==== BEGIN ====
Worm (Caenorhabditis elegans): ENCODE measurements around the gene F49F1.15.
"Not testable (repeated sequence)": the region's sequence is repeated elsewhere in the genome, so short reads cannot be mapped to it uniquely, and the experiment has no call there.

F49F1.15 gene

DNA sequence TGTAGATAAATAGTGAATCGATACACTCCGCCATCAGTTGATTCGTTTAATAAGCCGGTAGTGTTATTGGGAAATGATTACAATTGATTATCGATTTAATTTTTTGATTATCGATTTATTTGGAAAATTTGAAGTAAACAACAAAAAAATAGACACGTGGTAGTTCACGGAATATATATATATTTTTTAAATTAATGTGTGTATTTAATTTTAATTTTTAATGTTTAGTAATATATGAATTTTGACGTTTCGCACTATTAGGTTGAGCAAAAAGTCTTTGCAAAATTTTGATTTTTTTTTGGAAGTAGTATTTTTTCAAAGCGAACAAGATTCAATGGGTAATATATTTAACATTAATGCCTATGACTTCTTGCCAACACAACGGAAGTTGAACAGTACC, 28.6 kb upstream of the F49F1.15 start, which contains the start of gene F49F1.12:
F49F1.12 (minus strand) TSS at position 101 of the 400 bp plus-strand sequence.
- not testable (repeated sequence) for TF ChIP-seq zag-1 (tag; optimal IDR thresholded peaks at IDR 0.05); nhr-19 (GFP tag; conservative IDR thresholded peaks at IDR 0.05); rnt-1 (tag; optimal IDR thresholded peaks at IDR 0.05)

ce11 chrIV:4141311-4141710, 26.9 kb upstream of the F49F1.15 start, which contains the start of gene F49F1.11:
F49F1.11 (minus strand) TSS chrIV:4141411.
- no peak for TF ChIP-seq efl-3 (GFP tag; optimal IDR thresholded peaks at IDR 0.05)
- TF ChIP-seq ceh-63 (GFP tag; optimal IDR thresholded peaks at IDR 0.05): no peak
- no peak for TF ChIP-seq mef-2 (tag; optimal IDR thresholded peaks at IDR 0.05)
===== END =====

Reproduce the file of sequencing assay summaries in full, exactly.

Worm (Caenorhabditis elegans): ENCODE measurements around the gene F49F1.15.
"Not testable (repeated sequence)": the region's sequence is repeated elsewhere in the genome, so short reads cannot be mapped to it uniquely, and the experiment has no call there.

F49F1.15 gene

DNA sequence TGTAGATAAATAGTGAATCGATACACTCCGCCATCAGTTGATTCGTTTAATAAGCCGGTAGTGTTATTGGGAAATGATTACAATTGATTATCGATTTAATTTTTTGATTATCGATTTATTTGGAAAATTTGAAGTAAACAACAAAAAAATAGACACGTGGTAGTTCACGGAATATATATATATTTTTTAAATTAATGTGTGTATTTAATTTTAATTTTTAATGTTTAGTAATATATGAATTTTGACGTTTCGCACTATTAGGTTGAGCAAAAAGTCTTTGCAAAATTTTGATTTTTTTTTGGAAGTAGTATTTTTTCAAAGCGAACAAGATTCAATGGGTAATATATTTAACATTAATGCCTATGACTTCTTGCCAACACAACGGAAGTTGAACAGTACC, 28.6 kb upstream of the F49F1.15 start, which contains the start of gene F49F1.12:
F49F1.12 (minus strand) TSS at position 101 of the 400 bp plus-strand sequence.
- not testable (repeated sequence) for TF ChIP-seq zag-1 (tag; optimal IDR thresholded peaks at IDR 0.05); nhr-19 (GFP tag; conservative IDR thresholded peaks at IDR 0.05); rnt-1 (tag; optimal IDR thresholded peaks at IDR 0.05)

ce11 chrIV:4141311-4141710, 26.9 kb upstream of the F49F1.15 start, which contains the start of gene F49F1.11:
F49F1.11 (minus strand) TSS chrIV:4141411.
- no peak for TF ChIP-seq efl-3 (GFP tag; optimal IDR thresholded peaks at IDR 0.05)
- TF ChIP-seq ceh-63 (GFP tag; optimal IDR thresholded peaks at IDR 0.05): no peak
- no peak for TF ChIP-seq mef-2 (tag; optimal IDR thresholded peaks at IDR 0.05)